Bluesman Willie King's mentor, Mississippi musician Albert "Brook" Duck, once explained to Willie that most blues lyrics which have man/woman relationships as their subject actually reflect misguided, pent-up hostility resulting from not having an outlet to express frustration at the real oppressor: "the people with the money." Willie King took that revelatory message to heart, going after the root of the problem in his gutsy music and lyrics. In the liner notes to Freedom Creek, Liberators' guitarist Aaron Hodge is quoted as saying, "I think Willie King is more of a Bob Marley kind of guy, grassroots, and really striving." Willie King & the Liberators' music is gritty enough to please fans of R.L. Burnside or Junior Kimbrough, while King brings another dimension to blues poetry by focusing on national unity, change, and especially fighting corruption. The titles tell the story: "Let's Come Together (as One Community)," "Stand up and Speak the Truth," "Clean Up the Ghetto," "My Boss Man and My Baby," and "Pickens County Payback." It's unfortunate that some of the music wasn't tightened up; it occasionally rambles and bogs down into unnecessarily lengthy jams. Nevertheless, Freedom Creek is an important release with righteous lyrics and a refreshing lack of over-production – it will prove timeless.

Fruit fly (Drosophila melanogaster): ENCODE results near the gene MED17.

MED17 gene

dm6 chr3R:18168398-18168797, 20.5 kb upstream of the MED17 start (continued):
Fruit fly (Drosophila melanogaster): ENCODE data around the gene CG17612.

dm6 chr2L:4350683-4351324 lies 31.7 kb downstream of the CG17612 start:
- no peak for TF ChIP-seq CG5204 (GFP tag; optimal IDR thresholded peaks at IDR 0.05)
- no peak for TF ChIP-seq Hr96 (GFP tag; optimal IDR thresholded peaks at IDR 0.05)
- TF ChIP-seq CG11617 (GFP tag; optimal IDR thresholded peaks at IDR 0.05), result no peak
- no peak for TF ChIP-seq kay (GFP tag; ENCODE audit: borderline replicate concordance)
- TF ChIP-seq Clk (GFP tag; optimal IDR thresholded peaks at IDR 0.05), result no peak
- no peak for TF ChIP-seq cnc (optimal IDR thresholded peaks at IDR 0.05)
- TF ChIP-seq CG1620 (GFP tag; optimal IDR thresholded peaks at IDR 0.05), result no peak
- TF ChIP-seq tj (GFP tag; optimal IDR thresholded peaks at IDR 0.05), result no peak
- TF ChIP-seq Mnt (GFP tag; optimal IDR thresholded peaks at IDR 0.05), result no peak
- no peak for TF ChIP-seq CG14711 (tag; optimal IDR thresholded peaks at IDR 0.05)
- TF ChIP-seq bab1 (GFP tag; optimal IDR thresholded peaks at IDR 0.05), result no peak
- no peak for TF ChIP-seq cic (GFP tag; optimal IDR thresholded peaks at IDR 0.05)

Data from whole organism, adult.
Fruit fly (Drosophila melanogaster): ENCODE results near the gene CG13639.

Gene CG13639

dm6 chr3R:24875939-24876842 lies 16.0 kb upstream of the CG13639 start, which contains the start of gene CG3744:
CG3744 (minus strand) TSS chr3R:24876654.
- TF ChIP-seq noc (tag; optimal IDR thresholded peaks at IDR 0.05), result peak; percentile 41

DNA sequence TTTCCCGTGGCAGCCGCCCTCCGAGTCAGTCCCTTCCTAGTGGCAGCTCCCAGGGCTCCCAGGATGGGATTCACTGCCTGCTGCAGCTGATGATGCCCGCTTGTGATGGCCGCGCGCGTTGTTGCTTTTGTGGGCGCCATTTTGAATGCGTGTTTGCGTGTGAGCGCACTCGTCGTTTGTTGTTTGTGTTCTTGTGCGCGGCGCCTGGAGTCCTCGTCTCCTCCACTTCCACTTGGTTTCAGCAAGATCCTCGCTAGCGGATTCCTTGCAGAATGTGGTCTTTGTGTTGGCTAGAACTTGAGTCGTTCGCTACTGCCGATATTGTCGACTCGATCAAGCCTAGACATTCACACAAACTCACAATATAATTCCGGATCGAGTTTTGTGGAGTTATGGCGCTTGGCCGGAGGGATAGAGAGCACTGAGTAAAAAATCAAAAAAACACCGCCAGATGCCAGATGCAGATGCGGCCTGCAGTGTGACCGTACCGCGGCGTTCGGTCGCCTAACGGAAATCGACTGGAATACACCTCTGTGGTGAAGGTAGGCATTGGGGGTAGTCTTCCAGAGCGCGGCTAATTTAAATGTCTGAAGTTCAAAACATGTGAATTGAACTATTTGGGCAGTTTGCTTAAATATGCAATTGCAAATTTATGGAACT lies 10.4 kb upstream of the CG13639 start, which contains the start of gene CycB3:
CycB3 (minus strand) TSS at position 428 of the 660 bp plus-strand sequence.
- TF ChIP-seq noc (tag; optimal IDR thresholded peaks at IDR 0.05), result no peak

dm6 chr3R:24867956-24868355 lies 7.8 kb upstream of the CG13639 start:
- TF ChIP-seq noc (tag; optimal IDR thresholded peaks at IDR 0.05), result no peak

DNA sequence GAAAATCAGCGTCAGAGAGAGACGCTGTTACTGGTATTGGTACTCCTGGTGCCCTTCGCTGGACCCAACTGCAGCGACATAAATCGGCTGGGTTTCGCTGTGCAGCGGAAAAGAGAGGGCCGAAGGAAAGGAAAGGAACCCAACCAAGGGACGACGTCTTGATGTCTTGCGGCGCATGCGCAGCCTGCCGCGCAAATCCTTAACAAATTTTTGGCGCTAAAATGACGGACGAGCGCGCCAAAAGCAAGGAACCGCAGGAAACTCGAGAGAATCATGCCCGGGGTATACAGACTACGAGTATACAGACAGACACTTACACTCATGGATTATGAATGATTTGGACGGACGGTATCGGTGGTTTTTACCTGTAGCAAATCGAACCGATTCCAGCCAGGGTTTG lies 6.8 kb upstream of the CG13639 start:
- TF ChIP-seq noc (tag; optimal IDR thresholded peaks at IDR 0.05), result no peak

A 3CD box set collection chronicling Miles’ musical evolution in the studio from 1966-1968 working with his “second great quintet,” the latest edition in Columbia/Legacy’s acclaimed Miles Davis Bootleg Series provides an unprecedented look into the artist’s creative process, drawing on full session reels including all rehearsals, partial and alternate takes, extensive and fascinating studio conversation and more. Celebrating the 50th anniversary of Miles Smiles, the groundbreaking second studio album from the Miles Davis Quintet–Miles Davis (trumpet), Wayne Shorter (tenor saxophone), Herbie Hancock (piano), Ron Carter (bass) and Tony Williams (drums)–this definitive new collection includes the master takes of performances which would appear on the Miles Smiles (1967), Nefertiti (1968) and Water Babies (recorded 1967, released 1976) albums alongside more than two hours worth of previously unreleased studio recordings from original sessions produced by Teo Macero (with the exception of “Fall,” produced by Howard A. Roberts).
A recording of an historic concert, released for the first time! This 1940 concert was part of a celebration of the 75th anniversary of the end of slavery in the United States. Performing are the legendary Golden Gate Quartet with Josh White, singing Spirituals, Blues and Work Songs. The concert features commentary by Alan Lomax, the poet Sterling Brown, and Alain Locke, the godfather of the Harlem Renaissance. Immediately after this concert, Eleanor Roosevelt engaged White and the Golden Gate to perform at FDR’s inauguration.